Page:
Finally, the parade hit a fork in the road. The parade went to the right and I went to the left. The REAL fun was up near the wall, where the riot was scheduled.
In days of old, cities had walls. That was a time when local armies would go around attacking for no good reason and, in fact Quebec had to use it's protective walls back during the 17th and 18th centuries to keep out Indians and British. That's where the action was and so up I went. Rue Abraham, where the street was blocked by the cops and a wire fence. It was all very festive until my eyes began to burn.
So I got out some toilet paper from my tote bag and got some vinegar from a person near by to cover my nose and mouth. Someone kindly dropped his or her swimming goggles on the ground and as nobody else claimed them I used them to cover my eyes.
Then I saw it, the battle! The protesters were throwing stuff at the cops and the cops were throwing back tear gas canisters and shooting water cannons. I got a really good view and I wasn't close enough to get hit with the water. The tear gas, on the other hand wafted it's way down the street and most of us spectators turned tail and ran. Then we'd go back up to get a closer look.
After a couple of times following the ebb and floe, I decided to head to the alternative press center [the "real" one was on the other side of the wall], and see what was going on there. Just people writing and eating peanut butter sandwiches. It was very busy with people inside working and outside recuperating from the tear gas.
Then I decided to see if there was another, safer place to watch the festivities. So it's up a few blocks to Rue St. Jean Baptiste, where there seemed to be a huge block party going on. A couple of stores were actually open, but like much of the city, the shopkeepers had decided to stay home and watch it all on TV.
The scene on Rue St. Jean was mostly protesters hanging out and partying. There were balloons and beach balls and everyone was having a good time except when some tear gas would waft over from the battle zone three blocks away. The some in anarchist contingent didn't like the state of affairs didn't like this lack of militancy and decided to beat up some of the local press, then they decided to start a fire near the fence, which was a hundred feet from where I stood. I got a clear view of a dozen or so cops looking at the scene and decided that I might be just a little too close, I turned to walk away when the cops lobbed a tear gas canister over the fire and right on the street where I was standing. I got a full blast of the stuff. This wasn't fun anymore. Fortunately, there was a fellow with a canteen and I could wash the gas out of my eyes. I was ready to go home.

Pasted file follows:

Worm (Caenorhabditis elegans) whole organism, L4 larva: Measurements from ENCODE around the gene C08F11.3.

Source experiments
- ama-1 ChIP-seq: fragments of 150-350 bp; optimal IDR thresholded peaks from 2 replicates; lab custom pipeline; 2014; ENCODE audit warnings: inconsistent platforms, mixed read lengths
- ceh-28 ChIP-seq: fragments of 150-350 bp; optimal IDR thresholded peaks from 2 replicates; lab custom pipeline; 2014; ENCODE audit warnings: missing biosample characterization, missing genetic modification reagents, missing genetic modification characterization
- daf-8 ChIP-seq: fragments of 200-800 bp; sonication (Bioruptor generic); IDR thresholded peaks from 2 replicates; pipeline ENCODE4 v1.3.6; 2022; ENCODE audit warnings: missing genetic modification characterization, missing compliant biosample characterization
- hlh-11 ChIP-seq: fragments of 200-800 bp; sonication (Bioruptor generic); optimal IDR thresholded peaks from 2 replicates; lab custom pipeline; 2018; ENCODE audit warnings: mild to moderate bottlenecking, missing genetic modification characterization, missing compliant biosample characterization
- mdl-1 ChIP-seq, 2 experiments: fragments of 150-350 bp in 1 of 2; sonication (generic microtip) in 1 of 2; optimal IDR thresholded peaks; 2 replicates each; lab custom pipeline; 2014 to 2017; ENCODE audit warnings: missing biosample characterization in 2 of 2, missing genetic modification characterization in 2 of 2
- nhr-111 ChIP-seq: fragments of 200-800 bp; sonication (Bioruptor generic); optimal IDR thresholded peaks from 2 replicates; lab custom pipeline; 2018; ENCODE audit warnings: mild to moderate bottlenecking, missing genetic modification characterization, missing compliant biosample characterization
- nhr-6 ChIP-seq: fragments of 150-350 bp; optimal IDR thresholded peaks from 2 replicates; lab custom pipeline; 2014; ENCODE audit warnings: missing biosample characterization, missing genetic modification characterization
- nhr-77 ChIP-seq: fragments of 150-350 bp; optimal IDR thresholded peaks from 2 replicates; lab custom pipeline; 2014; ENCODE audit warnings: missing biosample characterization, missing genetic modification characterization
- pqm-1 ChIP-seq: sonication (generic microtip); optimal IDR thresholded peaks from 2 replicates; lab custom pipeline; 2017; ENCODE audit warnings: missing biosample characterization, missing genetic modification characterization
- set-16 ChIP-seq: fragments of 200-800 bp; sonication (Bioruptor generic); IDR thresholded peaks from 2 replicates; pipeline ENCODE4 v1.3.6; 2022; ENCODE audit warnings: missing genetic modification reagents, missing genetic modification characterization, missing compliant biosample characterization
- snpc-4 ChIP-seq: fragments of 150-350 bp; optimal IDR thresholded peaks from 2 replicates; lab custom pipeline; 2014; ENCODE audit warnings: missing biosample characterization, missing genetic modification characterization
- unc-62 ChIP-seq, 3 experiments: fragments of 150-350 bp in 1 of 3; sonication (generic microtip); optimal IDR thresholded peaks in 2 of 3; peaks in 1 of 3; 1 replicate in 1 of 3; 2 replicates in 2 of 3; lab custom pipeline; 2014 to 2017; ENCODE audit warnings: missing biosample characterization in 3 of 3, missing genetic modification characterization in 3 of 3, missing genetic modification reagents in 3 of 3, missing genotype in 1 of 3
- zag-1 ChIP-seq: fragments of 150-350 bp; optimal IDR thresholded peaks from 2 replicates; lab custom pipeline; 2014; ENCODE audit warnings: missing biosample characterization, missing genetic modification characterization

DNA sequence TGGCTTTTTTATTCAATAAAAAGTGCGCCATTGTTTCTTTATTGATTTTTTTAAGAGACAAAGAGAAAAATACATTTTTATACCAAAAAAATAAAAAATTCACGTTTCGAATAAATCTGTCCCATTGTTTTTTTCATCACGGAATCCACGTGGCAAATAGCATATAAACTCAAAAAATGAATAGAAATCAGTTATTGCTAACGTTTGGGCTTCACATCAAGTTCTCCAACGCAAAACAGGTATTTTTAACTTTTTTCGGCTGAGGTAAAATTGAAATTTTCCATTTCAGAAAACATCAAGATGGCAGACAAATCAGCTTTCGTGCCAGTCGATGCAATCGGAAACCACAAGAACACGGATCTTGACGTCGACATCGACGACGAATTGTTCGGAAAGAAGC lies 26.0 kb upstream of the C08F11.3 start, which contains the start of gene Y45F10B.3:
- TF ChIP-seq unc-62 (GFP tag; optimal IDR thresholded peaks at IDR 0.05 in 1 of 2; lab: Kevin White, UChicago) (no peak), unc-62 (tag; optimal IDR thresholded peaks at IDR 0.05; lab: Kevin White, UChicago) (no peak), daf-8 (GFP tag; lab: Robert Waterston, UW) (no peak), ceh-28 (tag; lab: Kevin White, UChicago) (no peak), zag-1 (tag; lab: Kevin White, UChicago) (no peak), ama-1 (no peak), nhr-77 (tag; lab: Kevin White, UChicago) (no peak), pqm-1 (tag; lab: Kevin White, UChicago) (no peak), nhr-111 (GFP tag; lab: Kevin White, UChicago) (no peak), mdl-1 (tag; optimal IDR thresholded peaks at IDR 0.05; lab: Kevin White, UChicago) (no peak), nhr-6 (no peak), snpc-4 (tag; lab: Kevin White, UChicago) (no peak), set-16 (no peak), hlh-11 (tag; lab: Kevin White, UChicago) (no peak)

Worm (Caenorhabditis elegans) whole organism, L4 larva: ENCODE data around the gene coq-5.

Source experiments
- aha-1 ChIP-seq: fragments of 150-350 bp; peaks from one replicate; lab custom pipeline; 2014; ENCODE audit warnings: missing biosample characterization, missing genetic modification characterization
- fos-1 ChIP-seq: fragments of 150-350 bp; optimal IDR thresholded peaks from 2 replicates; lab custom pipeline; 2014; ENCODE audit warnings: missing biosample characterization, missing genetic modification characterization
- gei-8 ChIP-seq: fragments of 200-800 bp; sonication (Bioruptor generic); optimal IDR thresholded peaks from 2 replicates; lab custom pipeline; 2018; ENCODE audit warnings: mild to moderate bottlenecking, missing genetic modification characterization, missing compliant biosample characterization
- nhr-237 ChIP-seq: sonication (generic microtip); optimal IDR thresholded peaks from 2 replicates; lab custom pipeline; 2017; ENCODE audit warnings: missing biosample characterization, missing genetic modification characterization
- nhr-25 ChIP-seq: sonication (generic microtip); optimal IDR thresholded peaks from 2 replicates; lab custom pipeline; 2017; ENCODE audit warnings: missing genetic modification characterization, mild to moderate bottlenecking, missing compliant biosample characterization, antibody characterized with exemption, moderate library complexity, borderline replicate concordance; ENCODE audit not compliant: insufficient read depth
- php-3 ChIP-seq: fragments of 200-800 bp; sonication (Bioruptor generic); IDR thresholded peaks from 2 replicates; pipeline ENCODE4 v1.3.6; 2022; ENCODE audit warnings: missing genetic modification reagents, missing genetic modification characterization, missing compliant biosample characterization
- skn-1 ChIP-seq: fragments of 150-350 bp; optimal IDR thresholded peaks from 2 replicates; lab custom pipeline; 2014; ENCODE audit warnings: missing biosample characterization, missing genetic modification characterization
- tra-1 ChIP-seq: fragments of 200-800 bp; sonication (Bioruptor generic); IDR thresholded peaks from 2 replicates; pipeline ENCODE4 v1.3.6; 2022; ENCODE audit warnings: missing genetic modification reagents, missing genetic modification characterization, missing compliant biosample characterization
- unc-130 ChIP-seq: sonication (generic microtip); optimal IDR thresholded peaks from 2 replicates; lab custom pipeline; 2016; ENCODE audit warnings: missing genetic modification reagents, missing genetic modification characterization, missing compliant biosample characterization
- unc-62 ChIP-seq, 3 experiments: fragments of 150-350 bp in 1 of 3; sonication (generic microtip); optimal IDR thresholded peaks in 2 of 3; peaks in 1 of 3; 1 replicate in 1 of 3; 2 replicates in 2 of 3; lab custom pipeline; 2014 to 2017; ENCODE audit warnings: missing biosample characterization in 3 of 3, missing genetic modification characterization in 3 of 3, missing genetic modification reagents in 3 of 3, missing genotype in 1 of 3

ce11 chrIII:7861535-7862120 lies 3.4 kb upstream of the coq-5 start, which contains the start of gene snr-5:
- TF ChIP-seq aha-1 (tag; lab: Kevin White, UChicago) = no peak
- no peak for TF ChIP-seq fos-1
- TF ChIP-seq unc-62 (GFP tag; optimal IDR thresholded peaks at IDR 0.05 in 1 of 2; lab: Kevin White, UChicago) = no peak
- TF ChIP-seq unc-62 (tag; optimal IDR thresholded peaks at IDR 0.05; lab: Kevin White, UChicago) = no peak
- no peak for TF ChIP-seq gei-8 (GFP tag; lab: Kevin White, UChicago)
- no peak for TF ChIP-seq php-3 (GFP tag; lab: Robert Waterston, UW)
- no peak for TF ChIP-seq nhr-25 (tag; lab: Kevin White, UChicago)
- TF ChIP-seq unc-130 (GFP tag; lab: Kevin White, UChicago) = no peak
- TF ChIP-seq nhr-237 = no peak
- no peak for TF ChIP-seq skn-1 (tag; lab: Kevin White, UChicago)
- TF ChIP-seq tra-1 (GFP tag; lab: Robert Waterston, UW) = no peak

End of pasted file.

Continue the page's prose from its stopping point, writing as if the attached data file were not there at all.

Unfortunately, due to union rules the driver wasn't going leave until midnight and it was still four in the afternoon. But there was stuff to do. There was free music in the park near where the parade turned right. There was lots of dancing. It would have been nice if there was decent music.
According to official reports there were twenty three thousand or so protesters opposed to 6,000 police. Apparently, the protesters were throwing rocks and hunks of concrete. That was not peaceful, and it accounts not only for the tear gas, plastic bullets and water cannons, but for most of the 403 arrests that were reported as well.
Most of the people on the bus had gotten gassed, even the bus driver.
I guess that's why most of them spent sixty bucks and almost a full day on a bus. The problem is that they know as well as anybody that what they did in Quebec city isn't going to stop anything.
The official communiqué was pretty bland, and thanks to a screw up by the communications crew at the summit itself, one of the closed sessions was heard by the press. The presidents of most of Latin America didn't like what Bush was proposing and weren't going to agree to the draft treaty as written.
Remember, the 34 presidents and prime ministers attending had been elected democratically more or less, and they weren't merely lackeys of "American Imperialism" like most of the protest leaders made them out to be. Everyone was protecting their own turf.
The protesters lost again. But we on the bus left with a sense of triumph. I don't really know why except that we weren't in jail.
I'm going back Quebec city someday, this time when nothing of note is going on.